Reid accused of pandering to media pressure with curbs on immigrants

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Indy Politics

John Reid, the Home Secretary, was attacked last night for bowing to media pressure after setting out strict curbs on unskilled Romanians and Bulgarians working in Britain. Mr Reid took a tough stance designed to deter a wave of immigrants from the two countries from heading to the UK when the European Union expands on 1 January.

His hardline approach was in sharp contrast to the previous enlargement of the EU in 2004 when Britain took a liberal approach to admitting workers from countries such as Poland and Lithuania.

Mr Reid told the Commons that Romanians and Bulgarians would be welcomed if they had sought-after skills or were students. But others would only be allowed to work in the agricultural and food processing sectors and their numbers would be capped at fewer than 20,000 a year.

The Home Office decision effectively bars Romanians and Bulgarians from jobs in the building trade, nursing and catering, although newcomers will be free to work if they declare themselves to be self-employed. Romanians and Bulgarians caught working illegally in Britain after 1 January will be fined up to £1,000 and employers who flout the rules will also face heavy fines.

Mr Reid said: "Employers will need to convince the Government there is a genuine labour shortage and such schemes would be limited by quota. We look forward to welcoming Romanian and Bulgarian workers here, provided that they comply with our rules and obey the law."

Migrationwatch, which campaigns against mass migration, hailed the move as "a turning point".

But the decision has caused divisions within Government, with the Foreign Office privately arguing it sent out a negative message about Britain's attitude to EU enlargement.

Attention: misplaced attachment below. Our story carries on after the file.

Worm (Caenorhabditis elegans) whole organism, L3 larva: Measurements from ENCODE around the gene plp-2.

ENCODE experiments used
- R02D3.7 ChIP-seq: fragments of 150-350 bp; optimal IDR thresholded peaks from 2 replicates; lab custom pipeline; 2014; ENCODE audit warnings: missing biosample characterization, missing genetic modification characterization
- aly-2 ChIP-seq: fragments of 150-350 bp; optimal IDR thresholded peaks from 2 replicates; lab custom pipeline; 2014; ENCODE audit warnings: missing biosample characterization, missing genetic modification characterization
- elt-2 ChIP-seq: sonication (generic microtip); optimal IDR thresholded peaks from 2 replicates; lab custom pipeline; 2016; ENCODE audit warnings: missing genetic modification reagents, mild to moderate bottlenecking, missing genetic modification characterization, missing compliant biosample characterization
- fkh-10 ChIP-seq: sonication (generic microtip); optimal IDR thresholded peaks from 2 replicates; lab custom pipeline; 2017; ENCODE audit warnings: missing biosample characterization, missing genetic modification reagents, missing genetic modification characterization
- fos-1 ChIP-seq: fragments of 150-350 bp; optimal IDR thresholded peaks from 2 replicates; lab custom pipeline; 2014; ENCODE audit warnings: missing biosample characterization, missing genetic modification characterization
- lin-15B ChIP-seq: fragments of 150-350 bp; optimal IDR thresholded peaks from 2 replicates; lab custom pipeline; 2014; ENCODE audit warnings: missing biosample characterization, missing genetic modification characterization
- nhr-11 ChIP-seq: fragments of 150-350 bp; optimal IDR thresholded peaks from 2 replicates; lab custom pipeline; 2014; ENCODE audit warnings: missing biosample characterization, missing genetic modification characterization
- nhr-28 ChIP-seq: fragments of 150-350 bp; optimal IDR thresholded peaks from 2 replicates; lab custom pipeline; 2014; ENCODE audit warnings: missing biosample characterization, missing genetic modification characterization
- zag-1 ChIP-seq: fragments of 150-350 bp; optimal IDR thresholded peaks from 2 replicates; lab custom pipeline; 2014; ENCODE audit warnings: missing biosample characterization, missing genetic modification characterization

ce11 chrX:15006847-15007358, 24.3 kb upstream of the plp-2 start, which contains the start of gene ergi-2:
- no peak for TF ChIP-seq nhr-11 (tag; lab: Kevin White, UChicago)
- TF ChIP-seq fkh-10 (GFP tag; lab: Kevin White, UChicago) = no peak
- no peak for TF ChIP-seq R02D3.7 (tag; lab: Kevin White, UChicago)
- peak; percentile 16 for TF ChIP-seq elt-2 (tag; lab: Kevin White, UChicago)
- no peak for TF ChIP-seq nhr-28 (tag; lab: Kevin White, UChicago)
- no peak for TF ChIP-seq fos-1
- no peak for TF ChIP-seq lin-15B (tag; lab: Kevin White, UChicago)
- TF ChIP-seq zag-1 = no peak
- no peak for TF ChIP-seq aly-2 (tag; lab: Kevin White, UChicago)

The Labour MP Mike Gapes, chairman of the Foreign Affairs Select Committee, said there was "frustration and anger" in Romania and Bulgaria.

"It's unfortunate that a tabloid-led campaign has led to a perception that hundreds of thousands of people are going to flood in here from Romania and Bulgaria," he told BBC Radio 4. "I don't believe that was going to be the case and I hope within time we can get a more rational debate."

The Bulgarian government threatened tit-for-tat restrictions on Britons following the announcement. Dimitar Tsanchev, a Foreign Ministry spokesman, said: "We will discuss the possibility to impose reciprocal restrictions on Britain, as well as on other EU member states that restrict the free movement of labour. We think that such a decision will put us on an unequal footing with the 10 member states that joined in 2004."

A spokesman for the Romanian embassy said the restrictions did not "correspond with our expectations" but acknowledged they would allow more Romanians to come to Britain.

Catherine Drew, of the Institute of Public Policy Research think-tank, said: "By restricting labour market access to a group of people who are entitled to enter the UK as EU citizens, you might simply push them into the illegal workstream."